Yes, the Council is independent from other State entities.

34. Which is the division of responsibilities and powers between the Council for the Judiciary and the Ministry of Justice?

The approval of the Council for Administration of Courts is obligatory for most of the important decisions which are within the competence of the Minister of Justice in the domain of administration of courts (see above answer to the question number 23). On the other hand the Council itself has very limited decisive power (see below answer to the question number 40).

35. Which is the division of responsibilities and powers between the Council for the Judiciary, the Supreme Court and the Presidents of the Courts?

The Council for Administration of Courts is chaired by the Chief Justice of the Supreme Court; he may also convene the sessions of the Council and determine its agenda. More than half of the members of the Council are judges (6 - including the Chief Justice - of 11). Additionally, a member of the Estonian Association of Judges may take part in the sessions of the Council with a right to speak. The presidents of the courts have no special role in the Council, but in practice 4 of the 6 judge-members are presidents of the courts. It is being discussed whether to grant also to all of the presidents of the courts the right to participate in the sessions of the Council with a right to speak.

36. Is the Supreme Court or are the highest courts also subject to the exercise of the powers of the Council for the Judiciary, or do special rules apply to that respect?

The Council provides an opinion on the candidates for a vacant position of a justice of the Supreme Court: the Supreme Court justices are appointed to office by the Riigikogu on the proposal of the Chief Justice of the Supreme Court. The Chief Justice of the Supreme Court considers first the opinion of the Supreme Court plenary session and the Council for Administration of Courts concerning a candidate.

The Supreme Court also has to respect the recommendations and approvals of the Council, concerning the structure, composition and budgeting of the courts of lower level. Some deliberations of the Council may have a more far-reaching influence on the Supreme Court as well (for example, the approved blank forms for simplifying the access to courts, statute of the courts’ information system, guidelines for courts’ public relations etc). The Supreme Court has to respect these decisions, too.
On the other hand, the Supreme Court also influences the Council since the Chief Justice of the Supreme Court is at the same time the President of the Council for Administration of Courts; he consequently presents the opinions of the Supreme Court at the Council. The same is also possible for the other member of the Council who is the Supreme Court justice.

37. Who decides which the priorities of actions of the Council are?

The main functions of the Council derive from the Courts Act but the agenda of the Council for Administration of Courts is determined either by the Chief Justice of the Supreme Court or by the Ministry of Justice. In practice, any member of the Council can raise a question before the Council, and if a majority of members support the deliberation of this question, it can be done at once or the Ministry of Justice has to prepare materials for it for the next session.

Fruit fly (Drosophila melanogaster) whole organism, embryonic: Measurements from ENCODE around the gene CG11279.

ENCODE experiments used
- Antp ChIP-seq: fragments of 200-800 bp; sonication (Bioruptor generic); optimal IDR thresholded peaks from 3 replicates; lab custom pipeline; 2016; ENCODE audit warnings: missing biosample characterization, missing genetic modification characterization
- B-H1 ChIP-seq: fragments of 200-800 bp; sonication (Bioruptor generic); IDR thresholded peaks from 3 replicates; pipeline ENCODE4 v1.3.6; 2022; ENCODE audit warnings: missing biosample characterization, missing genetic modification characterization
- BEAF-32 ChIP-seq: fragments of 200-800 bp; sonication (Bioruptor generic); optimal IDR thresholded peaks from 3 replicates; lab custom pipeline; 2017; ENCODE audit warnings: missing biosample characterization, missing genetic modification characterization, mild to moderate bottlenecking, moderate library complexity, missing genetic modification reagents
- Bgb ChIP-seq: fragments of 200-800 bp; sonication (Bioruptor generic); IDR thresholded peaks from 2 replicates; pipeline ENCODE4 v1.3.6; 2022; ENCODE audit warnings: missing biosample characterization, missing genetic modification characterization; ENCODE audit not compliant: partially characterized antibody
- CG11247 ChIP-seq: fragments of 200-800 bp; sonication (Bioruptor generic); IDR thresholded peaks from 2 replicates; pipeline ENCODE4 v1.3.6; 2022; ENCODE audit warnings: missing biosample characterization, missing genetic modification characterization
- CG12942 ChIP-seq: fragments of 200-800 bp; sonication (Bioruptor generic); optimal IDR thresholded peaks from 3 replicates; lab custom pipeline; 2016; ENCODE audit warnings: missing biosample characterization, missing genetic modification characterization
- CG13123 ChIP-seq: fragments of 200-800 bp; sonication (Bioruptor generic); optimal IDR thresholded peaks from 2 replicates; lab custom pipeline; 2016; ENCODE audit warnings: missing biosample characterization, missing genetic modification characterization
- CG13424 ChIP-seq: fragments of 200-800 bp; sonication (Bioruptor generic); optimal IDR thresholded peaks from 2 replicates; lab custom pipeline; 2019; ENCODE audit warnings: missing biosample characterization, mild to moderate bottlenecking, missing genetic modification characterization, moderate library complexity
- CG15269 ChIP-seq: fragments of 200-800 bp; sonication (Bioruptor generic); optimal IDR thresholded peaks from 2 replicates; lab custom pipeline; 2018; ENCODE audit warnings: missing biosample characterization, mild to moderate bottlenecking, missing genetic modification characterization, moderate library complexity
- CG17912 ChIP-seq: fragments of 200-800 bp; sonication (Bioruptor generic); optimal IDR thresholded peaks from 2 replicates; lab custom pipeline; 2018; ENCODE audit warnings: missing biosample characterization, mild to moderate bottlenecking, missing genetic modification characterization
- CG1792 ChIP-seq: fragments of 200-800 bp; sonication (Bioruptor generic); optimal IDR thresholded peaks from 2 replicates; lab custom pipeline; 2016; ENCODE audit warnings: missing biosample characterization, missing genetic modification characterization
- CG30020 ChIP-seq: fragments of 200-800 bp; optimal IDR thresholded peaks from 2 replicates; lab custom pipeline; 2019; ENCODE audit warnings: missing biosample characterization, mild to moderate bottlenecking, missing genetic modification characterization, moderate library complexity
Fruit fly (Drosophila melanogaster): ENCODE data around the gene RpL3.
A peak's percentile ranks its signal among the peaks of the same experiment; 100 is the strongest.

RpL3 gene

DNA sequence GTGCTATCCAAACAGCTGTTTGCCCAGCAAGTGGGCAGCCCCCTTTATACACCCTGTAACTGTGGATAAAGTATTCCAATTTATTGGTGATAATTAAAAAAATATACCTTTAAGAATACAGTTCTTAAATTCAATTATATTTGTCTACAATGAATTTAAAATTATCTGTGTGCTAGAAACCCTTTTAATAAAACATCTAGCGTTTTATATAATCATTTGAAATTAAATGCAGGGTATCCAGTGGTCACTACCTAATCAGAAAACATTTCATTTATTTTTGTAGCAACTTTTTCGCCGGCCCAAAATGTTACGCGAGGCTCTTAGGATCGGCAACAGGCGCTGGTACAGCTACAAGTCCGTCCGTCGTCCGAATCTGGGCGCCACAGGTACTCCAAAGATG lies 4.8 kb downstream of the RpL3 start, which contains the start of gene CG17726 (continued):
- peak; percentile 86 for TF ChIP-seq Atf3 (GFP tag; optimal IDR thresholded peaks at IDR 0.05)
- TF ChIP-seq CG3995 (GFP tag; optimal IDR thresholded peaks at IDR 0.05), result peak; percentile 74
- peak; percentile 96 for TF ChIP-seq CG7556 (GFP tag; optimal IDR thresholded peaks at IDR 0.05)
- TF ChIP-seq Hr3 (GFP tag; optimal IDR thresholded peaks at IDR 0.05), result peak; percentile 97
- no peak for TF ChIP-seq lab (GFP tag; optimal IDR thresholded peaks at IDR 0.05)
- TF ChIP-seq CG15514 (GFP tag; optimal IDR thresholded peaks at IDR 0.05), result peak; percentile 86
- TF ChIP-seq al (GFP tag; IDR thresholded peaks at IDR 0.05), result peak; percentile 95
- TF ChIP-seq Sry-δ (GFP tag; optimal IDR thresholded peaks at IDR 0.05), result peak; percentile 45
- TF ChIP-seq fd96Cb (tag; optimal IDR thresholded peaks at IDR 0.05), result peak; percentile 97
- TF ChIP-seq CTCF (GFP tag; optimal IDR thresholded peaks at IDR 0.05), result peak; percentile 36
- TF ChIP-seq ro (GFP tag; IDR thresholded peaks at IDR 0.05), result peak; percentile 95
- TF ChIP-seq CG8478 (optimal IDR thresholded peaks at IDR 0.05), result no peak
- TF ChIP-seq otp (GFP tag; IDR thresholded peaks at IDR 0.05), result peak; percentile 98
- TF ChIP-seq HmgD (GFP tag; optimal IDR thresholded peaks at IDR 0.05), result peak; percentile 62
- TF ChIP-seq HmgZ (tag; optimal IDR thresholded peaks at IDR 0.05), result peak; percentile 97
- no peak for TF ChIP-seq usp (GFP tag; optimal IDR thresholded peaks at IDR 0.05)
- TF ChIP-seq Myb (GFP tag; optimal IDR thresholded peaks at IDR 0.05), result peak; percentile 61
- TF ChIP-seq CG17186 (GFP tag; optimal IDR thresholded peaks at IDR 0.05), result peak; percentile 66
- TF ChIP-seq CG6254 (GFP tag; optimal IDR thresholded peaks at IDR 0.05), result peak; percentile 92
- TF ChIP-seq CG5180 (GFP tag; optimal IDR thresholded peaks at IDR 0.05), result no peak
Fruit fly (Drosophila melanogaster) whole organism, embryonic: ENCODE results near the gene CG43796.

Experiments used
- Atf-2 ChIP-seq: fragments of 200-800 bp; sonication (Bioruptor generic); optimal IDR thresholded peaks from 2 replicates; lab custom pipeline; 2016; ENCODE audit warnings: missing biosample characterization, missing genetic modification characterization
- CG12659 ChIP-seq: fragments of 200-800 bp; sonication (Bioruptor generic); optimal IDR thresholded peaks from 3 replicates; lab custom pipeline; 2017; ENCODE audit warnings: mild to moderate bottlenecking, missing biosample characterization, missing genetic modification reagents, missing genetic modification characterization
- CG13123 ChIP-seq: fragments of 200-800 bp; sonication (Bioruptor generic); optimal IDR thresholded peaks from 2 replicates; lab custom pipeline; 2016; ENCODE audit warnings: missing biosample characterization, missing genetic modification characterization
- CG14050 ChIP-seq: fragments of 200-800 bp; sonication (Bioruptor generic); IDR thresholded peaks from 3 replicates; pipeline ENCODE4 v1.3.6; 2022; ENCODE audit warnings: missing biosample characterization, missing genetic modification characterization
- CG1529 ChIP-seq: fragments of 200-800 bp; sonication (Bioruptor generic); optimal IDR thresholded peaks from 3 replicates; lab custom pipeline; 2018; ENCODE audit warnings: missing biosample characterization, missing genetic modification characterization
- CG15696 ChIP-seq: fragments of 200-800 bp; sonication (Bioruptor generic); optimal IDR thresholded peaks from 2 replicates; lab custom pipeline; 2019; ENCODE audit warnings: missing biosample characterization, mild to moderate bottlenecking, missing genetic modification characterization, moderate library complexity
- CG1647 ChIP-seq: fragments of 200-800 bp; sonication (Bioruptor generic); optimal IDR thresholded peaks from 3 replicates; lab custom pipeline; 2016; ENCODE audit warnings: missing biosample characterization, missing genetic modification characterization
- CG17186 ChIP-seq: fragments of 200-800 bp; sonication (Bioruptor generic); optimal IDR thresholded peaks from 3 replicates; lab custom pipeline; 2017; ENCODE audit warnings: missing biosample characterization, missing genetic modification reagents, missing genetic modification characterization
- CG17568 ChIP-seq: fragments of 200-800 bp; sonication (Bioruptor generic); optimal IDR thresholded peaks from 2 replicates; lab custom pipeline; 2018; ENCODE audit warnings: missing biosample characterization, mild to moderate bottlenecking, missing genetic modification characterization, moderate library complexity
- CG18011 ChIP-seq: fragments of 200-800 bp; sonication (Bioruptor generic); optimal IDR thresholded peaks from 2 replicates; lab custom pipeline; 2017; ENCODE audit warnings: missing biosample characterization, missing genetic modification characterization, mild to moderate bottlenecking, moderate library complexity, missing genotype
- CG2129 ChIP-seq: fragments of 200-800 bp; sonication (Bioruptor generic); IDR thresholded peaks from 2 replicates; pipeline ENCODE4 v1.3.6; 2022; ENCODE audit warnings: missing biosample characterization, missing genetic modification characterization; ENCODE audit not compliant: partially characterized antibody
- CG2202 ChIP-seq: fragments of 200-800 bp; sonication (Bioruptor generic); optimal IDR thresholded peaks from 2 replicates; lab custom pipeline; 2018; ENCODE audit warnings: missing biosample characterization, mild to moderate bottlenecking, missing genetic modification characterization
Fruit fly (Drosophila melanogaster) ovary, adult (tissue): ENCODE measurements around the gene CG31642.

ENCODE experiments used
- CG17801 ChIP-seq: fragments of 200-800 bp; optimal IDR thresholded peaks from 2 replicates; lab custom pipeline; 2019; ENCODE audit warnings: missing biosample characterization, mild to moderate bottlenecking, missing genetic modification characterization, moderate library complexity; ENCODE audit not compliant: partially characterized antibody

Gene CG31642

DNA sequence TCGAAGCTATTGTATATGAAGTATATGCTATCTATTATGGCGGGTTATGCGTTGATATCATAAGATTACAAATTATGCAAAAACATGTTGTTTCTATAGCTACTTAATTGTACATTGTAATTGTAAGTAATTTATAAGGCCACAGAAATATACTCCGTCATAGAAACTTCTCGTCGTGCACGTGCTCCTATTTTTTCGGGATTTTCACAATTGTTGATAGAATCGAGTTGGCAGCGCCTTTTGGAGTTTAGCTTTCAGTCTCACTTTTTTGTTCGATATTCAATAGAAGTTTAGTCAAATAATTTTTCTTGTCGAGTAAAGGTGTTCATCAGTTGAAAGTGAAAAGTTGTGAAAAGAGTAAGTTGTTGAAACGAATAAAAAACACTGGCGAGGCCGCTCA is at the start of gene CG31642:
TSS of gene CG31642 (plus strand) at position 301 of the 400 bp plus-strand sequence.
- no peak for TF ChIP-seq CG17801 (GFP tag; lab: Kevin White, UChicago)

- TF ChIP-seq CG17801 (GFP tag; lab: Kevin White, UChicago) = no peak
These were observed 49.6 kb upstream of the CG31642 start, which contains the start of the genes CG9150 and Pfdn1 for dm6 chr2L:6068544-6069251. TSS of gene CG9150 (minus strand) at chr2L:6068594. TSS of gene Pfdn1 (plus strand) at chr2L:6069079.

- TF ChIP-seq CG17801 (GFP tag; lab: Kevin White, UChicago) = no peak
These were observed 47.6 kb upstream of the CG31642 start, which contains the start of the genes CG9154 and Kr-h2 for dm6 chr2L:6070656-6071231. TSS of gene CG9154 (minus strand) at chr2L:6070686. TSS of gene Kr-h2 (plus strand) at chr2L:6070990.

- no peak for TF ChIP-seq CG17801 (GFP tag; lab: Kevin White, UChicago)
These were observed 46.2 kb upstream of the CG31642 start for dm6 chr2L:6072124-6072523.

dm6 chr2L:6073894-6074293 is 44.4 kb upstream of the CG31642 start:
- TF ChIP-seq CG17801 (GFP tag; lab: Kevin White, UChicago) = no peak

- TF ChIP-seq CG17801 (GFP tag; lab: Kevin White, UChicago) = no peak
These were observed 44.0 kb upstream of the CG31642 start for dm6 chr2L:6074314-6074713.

38. Is it possible for the individual courts or judges to appeal the decisions of the Council? How?

No such possibility has been enacted in law and in practice there has been no need for it, either.

39. Which instruments or practices are used by the Council:

§ to guard the independence of judges?
We cannot recall cases where the personal or decisional independence of judges has been infringed; therefore the Council has not had to act in protection of their independence.

§ to protect judges from undue interferences and/or attacks coming from the general public, the media and other powers of the State?
The Council has not taken steps in public to protect the judges against undue interests or attacks. The Council for Administration of Courts has however adopted the Recommendations for the Courts’ Media Relations which also deal in general with these kinds of issues.

In exceptional cases when there have been personal problems with judges, they have been resolved either in disciplinary or criminal proceedings and if needed, the President of the Court or the Chief Justice of the Supreme Court has commented on the situation.

§ to intervene in case of attacks against its own interests?
In 2003 autumn the Council for Administration of Courts wrote a letter to the Government of the Republic which stated that the expenses foreseen for the court staff in the draft budget of courts of first instance courts and courts of appeal were not sufficient.

§ to improve the working methods of judges?
The Council has proposed amendments to procedural laws, including proposals to introduce simplified procedural documents; it has approved the courts’ information system and has elaborated uniform document forms and made these available to citizens through Internet and the courts’ offices.

Part VII – Future trends of Councils for the Judiciary

40. Are there particular fundamental problems concerning the administrative management of the courts vis-à-vis the role of the Council? If yes, please describe.

The main problem is that the Council itself has little decisive power to make definitive statements about important matters regarding the courts' administration. Since a majority of the important decisions concerning the administration of courts of the lower instances are made by regulations of the Minister of Justice, the functions of the Council largely limit with approving or disapproving the proposals of the Ministry of Justice.

Secondly, since the Council has no supporting staff of its own, it is hard for it to take far-reaching initiatives in analysing the problems of administering the courts and the Council has to depend on the preparatory work of the Ministry of Justice.